Japan’s Finance Minister Jun Azumi announced today that the government would authorise a further 15 trillion yen ($195 billion) for currency market interventions by the Bank of Japan. This would result in an increase in the fund’s total to record 46 trillion yen.
Azumi added that the government will continue to monitor currency traders’ daily positions for another two months. The finance ministry began closely watching the currency markets since August when yen hit record highs against the dollar.
The yen has held steady against the dollar at around 76-77 yen since the Bank of Japan intervened in the markets on August 4 and bought a record 4.5 trillion yen worth of currencies. However, then Japanese currency continued to strengthen especially against the euro and other Asian currencies.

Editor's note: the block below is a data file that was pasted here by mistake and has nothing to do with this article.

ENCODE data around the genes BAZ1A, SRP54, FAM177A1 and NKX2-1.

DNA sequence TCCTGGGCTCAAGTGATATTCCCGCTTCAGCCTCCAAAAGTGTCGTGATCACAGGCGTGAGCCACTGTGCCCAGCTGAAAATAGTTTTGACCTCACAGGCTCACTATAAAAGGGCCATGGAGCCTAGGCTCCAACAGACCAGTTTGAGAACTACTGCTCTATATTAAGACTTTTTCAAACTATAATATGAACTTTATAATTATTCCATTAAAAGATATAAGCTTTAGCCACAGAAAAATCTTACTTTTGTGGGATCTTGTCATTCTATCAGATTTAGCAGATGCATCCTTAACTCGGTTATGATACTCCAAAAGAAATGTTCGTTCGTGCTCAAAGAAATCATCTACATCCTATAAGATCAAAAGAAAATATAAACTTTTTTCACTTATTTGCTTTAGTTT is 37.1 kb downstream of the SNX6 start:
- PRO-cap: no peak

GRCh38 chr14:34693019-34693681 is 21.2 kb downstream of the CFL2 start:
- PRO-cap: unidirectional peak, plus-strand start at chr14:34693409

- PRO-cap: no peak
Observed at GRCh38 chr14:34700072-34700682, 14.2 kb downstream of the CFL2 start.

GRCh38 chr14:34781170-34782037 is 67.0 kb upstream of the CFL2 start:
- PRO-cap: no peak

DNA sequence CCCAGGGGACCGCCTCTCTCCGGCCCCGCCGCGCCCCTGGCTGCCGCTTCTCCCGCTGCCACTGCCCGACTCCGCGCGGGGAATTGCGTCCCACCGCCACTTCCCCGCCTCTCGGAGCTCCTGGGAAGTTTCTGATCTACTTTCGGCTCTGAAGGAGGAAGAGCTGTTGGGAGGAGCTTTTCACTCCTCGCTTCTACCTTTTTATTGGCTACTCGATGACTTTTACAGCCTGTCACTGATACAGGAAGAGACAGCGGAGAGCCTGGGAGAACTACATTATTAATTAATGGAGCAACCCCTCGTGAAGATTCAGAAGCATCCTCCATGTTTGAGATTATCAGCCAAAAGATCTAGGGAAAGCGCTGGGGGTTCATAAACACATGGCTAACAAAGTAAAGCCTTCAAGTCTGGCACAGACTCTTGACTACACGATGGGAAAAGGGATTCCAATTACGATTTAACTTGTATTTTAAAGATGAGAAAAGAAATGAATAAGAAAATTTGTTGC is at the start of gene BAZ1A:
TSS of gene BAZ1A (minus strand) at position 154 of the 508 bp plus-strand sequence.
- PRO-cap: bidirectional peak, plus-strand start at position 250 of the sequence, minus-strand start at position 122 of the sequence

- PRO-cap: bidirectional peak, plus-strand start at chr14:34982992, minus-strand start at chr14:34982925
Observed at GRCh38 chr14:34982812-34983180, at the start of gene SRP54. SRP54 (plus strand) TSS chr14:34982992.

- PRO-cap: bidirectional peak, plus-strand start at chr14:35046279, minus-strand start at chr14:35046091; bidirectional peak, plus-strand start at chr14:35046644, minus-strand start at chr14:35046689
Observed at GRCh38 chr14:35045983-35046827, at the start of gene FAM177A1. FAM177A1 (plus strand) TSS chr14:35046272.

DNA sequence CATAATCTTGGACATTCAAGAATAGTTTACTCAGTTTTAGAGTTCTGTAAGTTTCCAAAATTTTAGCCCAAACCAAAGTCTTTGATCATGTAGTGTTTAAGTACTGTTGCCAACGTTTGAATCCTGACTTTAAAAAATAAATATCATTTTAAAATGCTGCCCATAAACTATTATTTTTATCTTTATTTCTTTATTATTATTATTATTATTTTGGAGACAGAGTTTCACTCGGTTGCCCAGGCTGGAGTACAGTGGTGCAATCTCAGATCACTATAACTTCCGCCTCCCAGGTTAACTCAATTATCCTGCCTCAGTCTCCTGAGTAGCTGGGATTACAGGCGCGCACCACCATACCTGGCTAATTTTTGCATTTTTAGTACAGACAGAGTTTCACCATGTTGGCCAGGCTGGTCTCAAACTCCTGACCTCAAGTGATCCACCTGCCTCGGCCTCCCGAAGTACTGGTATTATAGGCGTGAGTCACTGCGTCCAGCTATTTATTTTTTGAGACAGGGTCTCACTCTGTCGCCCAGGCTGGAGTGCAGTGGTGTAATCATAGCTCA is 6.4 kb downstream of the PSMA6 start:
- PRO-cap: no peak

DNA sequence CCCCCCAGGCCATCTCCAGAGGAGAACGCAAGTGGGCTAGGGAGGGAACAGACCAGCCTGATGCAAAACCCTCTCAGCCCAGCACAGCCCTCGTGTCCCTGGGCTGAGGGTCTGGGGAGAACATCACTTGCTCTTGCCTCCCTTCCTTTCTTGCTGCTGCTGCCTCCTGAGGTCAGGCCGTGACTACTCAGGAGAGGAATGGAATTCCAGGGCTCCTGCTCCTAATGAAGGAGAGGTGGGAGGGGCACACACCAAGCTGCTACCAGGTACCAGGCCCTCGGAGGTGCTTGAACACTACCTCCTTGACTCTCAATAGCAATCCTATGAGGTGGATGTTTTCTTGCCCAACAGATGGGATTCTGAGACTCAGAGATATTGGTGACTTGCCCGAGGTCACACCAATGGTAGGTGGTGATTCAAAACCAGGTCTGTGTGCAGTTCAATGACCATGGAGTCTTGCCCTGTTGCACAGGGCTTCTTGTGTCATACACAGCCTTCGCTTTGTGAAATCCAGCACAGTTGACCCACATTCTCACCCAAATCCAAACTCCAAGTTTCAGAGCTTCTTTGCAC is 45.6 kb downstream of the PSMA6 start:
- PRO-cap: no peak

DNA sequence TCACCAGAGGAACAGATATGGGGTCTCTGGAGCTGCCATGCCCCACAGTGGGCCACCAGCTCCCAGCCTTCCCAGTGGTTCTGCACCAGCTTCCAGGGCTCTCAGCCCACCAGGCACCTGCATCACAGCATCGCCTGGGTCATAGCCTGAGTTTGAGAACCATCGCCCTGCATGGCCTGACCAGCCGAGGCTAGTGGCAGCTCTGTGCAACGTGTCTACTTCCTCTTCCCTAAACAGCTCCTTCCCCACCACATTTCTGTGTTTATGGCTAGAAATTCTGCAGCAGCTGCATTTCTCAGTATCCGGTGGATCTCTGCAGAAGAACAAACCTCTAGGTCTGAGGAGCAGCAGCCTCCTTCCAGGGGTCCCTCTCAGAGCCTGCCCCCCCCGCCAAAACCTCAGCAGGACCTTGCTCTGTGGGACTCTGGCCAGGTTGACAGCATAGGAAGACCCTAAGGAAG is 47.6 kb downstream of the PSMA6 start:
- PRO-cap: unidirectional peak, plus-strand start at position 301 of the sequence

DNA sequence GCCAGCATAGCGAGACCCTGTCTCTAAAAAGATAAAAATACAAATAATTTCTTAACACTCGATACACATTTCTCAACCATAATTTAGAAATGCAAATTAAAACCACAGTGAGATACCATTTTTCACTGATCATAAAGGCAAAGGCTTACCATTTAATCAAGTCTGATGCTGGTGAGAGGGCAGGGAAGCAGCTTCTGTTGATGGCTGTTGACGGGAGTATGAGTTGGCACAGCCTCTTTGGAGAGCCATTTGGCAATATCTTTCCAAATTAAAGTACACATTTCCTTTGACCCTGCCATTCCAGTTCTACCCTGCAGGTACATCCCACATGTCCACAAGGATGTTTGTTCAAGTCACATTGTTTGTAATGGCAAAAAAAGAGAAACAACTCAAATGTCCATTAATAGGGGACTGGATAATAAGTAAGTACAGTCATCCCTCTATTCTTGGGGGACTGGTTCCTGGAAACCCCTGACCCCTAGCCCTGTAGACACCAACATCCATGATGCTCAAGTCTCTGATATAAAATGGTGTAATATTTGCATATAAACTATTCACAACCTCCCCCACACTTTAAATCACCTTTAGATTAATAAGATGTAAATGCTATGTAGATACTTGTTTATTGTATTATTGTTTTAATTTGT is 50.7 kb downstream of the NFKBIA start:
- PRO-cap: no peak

Meanwhile, the yen is still within striking distance of its all-time high against the dollar, and the Japanese government is very concerned that its exporters are ill equipped to cope with such persistent yen strength.
“The recent 75- to 80-yen range could pour cold water on the Japanese economy’s recovery,” Azumi told reporters, a clear signal that not only sharp market moves, but the very levels at which the yen has been trading was a concern.
The currency market showed little reaction, though, with one traders describing Azumi’s warnings as “posturing.”
Some players said, however, boosting the war chest would serve as a reminder that intervention was a possibility.
“Boosting forex intervention fund is to send the message to the market that Japan will not have immediate trouble if it intervenes,” said Masafumi Yamamoto, chief currency strategist at Barclays Capital.